19. A way for studying the impact of PEDOT:PSS interface layer on carrier transport in PCDTBT:PC{sub 71}BM bulk hetero junction solar cells by electric field induced optical second harmonic generation measurement

    Energy Technology Data Exchange (ETDEWEB)

    Ahmad, Zubair, E-mail: zubairtarar@um.edu.my; Abdullah, Shahino Mah; Sulaiman, Khaulah [Low Dimensional Materials Research Centre (LDMRC), Department of Physics, Faculty of Science, University of Malaya, 50603 Kuala Lumpur (Malaysia); Taguchi, Dai; Iwamoto, Mitsumasa [Department of Physical Electronics, Tokyo Institute of Technology, 2-12-1 O-Okayama, Meguro-ku, Tokyo 152-8552 (Japan)

    2015-04-28

    Electric-field-induced optical second-harmonic generation (EFISHG) measurement was employed to study the impact of poly(3,4-ethylenedioxythiophene)-polystyrene sulfonate (PEDOT:PSS) interface layer on the carrier transport mechanism of the PCDTBT:PC{sub 71}BM bulk heterojunction (BHJ) organic solar cells (OSCs). We revealed that the electric fields in the PCDTBT and PC{sub 71}BM were allowed to be measured individually by choosing fundamental laser wavelengths of 1000 nm and 1060 nm, respectively, in dark and under illumination. The results showed that the direction of the internal electric fields in the PCDTBT:PC{sub 71}BM BHJ layer is reversed by introducing the PEDOT:PSS layer, and this results in longer electron transport time in the BHJ layer. We conclude that TR-EFISHG can be used as a novel way for studying the impact of interfacial layer on the transport of electrons and holes in the bulk-heterojunction OSCs.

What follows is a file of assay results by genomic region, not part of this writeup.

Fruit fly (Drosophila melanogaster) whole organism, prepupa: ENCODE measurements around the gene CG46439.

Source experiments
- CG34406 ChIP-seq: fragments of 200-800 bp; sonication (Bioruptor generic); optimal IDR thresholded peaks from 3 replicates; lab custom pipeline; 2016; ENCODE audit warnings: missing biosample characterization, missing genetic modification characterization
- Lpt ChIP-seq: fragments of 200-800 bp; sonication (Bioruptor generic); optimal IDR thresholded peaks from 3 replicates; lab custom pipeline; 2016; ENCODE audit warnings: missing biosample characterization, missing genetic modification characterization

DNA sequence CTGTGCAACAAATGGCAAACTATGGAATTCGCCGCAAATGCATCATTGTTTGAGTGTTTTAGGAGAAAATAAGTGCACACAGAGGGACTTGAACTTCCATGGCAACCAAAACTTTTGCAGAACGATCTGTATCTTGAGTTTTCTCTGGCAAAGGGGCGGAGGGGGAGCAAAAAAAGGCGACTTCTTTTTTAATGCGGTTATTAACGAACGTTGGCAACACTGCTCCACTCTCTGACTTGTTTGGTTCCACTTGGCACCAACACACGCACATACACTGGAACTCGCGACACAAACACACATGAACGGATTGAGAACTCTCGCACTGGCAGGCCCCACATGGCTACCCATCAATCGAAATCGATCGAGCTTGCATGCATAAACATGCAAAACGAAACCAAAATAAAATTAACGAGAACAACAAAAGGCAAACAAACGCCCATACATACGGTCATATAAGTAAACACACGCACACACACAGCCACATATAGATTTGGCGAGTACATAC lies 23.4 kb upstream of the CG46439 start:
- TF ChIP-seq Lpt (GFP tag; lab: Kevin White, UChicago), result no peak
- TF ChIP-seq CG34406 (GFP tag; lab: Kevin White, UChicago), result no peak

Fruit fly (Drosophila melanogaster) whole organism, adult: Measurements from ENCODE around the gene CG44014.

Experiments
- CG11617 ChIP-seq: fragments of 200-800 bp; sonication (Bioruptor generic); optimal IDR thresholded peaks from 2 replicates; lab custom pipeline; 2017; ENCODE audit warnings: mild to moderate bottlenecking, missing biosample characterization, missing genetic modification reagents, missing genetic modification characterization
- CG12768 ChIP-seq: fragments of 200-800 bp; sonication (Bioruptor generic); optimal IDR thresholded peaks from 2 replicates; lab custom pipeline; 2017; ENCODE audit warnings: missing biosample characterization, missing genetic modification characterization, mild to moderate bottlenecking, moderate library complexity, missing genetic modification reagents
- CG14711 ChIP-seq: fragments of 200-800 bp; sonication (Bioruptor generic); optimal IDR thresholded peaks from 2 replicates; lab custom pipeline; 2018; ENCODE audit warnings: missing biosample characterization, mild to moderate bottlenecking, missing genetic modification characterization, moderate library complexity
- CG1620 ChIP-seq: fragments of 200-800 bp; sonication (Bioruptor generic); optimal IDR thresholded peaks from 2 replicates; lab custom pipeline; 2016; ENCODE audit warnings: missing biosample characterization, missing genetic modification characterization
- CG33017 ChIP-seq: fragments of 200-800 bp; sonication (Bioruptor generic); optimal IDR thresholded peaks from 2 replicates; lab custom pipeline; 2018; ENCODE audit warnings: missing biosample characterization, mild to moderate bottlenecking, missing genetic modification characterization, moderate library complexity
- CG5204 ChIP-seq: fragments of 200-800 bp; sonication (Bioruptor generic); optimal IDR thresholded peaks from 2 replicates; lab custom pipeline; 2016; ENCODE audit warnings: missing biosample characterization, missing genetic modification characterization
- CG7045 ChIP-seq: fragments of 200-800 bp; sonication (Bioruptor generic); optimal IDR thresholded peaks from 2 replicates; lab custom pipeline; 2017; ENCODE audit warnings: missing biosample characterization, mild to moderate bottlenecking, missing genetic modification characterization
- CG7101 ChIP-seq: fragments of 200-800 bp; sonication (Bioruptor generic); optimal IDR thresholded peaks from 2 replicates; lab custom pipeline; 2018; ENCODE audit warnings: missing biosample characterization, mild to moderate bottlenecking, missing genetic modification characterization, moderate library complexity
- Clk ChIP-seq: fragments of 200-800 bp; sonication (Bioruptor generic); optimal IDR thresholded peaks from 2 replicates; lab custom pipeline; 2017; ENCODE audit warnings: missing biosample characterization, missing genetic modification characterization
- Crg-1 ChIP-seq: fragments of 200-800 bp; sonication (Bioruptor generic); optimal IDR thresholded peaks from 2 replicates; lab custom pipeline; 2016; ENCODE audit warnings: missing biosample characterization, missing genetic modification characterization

20. Understanding Interfaces in Metal-Graphitic Hybrid Nanostructures”

    Energy Technology Data Exchange (ETDEWEB)

    Ding, Mengning; Tang, Yifan; Star, Alexander

    2013-01-03